The University Record, April 8, 2002

Our top story: ‘Newsinessence’

By Jay Jackson
School of Information

No time to read the morning paper? When you search a particular news story on the Internet, do you get too much information?

A team of U-M researchers has developed NewsInEssence, a free, Web-based service that automates the collection of multiple, related news stories concerning a given event. These multidocument summaries are created for a user’s topic of interest and are automatically refreshed as news sources provide updates.

For example, users could choose to follow news about the war in Afghanistan or the latest stories about a corporate merger.

Dragomir Radev, assistant professor of information, and of electrical engineering and computer science, is heading the ongoing research project with graduate students from the School of Information and the College of Engineering.

NewsInEssence ( www.newsinessence.com) pulls news stories from CNN, the BBC, MSNBC, USA Today, Yahoo, and others. A feature that makes NewsInEssence different from other news-gathering services is that users can specify the length and frequency of news summaries.

“In comparison to other similar systems on the Web, NewsInEssence is personalized and interactive,” Radev explains. “It allows users to specify a ‘seed story’ or topic, to specify which sources they prefer and how long the search should take, to say how long the summary should be, and to decide how often updates should be sent to them.”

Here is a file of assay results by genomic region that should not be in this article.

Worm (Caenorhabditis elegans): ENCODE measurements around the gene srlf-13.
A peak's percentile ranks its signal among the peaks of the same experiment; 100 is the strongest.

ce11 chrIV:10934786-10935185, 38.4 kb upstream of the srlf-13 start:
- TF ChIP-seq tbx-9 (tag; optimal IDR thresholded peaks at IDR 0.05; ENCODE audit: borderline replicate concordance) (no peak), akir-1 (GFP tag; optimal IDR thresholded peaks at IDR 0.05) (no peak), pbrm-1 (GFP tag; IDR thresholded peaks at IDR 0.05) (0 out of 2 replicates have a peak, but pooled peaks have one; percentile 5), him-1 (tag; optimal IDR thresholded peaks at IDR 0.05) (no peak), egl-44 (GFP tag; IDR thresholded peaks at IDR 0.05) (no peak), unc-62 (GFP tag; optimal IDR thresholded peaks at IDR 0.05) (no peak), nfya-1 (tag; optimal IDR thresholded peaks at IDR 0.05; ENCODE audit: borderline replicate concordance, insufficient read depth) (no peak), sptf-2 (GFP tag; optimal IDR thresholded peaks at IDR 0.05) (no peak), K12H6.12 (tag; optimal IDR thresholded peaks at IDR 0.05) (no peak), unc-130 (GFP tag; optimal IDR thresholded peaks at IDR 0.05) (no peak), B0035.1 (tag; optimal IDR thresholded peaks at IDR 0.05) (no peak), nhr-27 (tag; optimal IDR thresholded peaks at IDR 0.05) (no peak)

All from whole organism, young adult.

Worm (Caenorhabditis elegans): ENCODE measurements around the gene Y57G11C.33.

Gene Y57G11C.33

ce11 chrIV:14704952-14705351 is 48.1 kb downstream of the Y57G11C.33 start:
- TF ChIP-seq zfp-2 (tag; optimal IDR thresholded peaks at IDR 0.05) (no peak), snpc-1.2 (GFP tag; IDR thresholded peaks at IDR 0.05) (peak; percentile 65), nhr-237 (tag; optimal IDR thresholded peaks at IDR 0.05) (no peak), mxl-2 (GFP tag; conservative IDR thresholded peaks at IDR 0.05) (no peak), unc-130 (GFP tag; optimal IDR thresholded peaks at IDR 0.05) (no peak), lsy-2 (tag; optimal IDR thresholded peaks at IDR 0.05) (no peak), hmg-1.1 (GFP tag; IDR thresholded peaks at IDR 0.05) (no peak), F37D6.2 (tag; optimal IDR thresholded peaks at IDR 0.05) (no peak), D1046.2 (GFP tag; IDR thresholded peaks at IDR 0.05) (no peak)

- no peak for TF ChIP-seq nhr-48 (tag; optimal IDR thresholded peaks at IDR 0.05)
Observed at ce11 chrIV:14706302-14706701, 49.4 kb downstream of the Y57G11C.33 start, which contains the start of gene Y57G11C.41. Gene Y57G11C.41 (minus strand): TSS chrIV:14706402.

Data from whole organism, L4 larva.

After NewsInEssence summarizes the entire set of documents it finds, users can change summary parameters, if they wish, and re-run the summary. NewsInEssence can also send summary updates directly to a user’s e-mail account at times the user chooses.

“The value in having NewsInEssence,” Radev points out, “is that news readers can quickly gather information about a given news story from multiple sources, thus providing them with different perspectives on the same news topic.”

Radev notes that NewsInEssence is a work in progress and an example of how students—while contributing their expertise as they learn new concepts in information search and retrieval, computer science, and linguistics—can provide a valuable public service. Soon to be added is a Web-based, natural language search query that will allow users to ask a question like, “When was the president of France inaugurated?” and get a concise answer.

The National Science Foundation Information Technology Research Program provided partial funding. The bulk of the programming was carried out at U-M by the multidisciplinary Computational Linguistics and Information Retrieval Group. Adam Winkel of the College of Engineering; Michael Topper of the College of Literature, Science, and the Arts; and Sasha Blair-Goldensohn, now a graduate of the School of Information, were the primary student programmers.

The backend summarization software, MEAD, was developed under Radev’s direction at a workshop last summer at Johns Hopkins University and has been placed in the public domain.